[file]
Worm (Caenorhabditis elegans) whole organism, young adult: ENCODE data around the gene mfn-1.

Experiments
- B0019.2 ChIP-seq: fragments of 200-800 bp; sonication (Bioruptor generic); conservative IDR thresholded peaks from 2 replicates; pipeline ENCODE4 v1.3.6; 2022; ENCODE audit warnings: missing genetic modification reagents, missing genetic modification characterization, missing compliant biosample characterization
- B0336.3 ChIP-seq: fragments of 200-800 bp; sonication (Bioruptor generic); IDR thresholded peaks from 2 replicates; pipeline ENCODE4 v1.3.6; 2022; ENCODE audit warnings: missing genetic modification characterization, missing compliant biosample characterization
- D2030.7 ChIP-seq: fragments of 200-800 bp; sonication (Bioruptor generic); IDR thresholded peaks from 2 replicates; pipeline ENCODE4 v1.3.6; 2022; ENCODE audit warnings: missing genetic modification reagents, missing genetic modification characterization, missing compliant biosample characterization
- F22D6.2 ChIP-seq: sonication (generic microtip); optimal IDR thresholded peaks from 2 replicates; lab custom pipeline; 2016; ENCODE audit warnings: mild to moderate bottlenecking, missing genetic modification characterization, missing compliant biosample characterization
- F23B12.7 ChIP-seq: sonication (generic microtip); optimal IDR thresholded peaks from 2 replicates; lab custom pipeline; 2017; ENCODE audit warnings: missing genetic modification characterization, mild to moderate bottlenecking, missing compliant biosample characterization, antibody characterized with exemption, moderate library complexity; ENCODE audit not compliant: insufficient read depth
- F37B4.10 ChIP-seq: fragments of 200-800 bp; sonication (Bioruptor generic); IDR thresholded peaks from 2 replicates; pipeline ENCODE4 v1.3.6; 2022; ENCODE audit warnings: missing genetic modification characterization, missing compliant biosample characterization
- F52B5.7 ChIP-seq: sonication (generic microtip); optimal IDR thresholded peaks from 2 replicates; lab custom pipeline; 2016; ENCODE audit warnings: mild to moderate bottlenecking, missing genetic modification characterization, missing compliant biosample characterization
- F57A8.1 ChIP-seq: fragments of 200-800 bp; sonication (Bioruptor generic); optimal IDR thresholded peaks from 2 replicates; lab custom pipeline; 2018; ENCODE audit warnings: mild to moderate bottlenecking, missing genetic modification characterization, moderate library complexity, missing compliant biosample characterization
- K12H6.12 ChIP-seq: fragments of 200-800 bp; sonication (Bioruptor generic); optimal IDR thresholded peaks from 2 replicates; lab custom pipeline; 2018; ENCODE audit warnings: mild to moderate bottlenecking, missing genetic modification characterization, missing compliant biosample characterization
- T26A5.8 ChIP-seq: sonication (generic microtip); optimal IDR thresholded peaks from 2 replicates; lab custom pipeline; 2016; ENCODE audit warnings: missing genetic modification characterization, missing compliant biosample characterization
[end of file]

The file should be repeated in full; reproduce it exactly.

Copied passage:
Worm (Caenorhabditis elegans) whole organism, young adult: ENCODE data around the gene mfn-1.

Experiments
- B0019.2 ChIP-seq: fragments of 200-800 bp; sonication (Bioruptor generic); conservative IDR thresholded peaks from 2 replicates; pipeline ENCODE4 v1.3.6; 2022; ENCODE audit warnings: missing genetic modification reagents, missing genetic modification characterization, missing compliant biosample characterization
- B0336.3 ChIP-seq: fragments of 200-800 bp; sonication (Bioruptor generic); IDR thresholded peaks from 2 replicates; pipeline ENCODE4 v1.3.6; 2022; ENCODE audit warnings: missing genetic modification characterization, missing compliant biosample characterization
- D2030.7 ChIP-seq: fragments of 200-800 bp; sonication (Bioruptor generic); IDR thresholded peaks from 2 replicates; pipeline ENCODE4 v1.3.6; 2022; ENCODE audit warnings: missing genetic modification reagents, missing genetic modification characterization, missing compliant biosample characterization
- F22D6.2 ChIP-seq: sonication (generic microtip); optimal IDR thresholded peaks from 2 replicates; lab custom pipeline; 2016; ENCODE audit warnings: mild to moderate bottlenecking, missing genetic modification characterization, missing compliant biosample characterization
- F23B12.7 ChIP-seq: sonication (generic microtip); optimal IDR thresholded peaks from 2 replicates; lab custom pipeline; 2017; ENCODE audit warnings: missing genetic modification characterization, mild to moderate bottlenecking, missing compliant biosample characterization, antibody characterized with exemption, moderate library complexity; ENCODE audit not compliant: insufficient read depth
- F37B4.10 ChIP-seq: fragments of 200-800 bp; sonication (Bioruptor generic); IDR thresholded peaks from 2 replicates; pipeline ENCODE4 v1.3.6; 2022; ENCODE audit warnings: missing genetic modification characterization, missing compliant biosample characterization
- F52B5.7 ChIP-seq: sonication (generic microtip); optimal IDR thresholded peaks from 2 replicates; lab custom pipeline; 2016; ENCODE audit warnings: mild to moderate bottlenecking, missing genetic modification characterization, missing compliant biosample characterization
- F57A8.1 ChIP-seq: fragments of 200-800 bp; sonication (Bioruptor generic); optimal IDR thresholded peaks from 2 replicates; lab custom pipeline; 2018; ENCODE audit warnings: mild to moderate bottlenecking, missing genetic modification characterization, moderate library complexity, missing compliant biosample characterization
- K12H6.12 ChIP-seq: fragments of 200-800 bp; sonication (Bioruptor generic); optimal IDR thresholded peaks from 2 replicates; lab custom pipeline; 2018; ENCODE audit warnings: mild to moderate bottlenecking, missing genetic modification characterization, missing compliant biosample characterization
- T26A5.8 ChIP-seq: sonication (generic microtip); optimal IDR thresholded peaks from 2 replicates; lab custom pipeline; 2016; ENCODE audit warnings: missing genetic modification characterization, missing compliant biosample characterization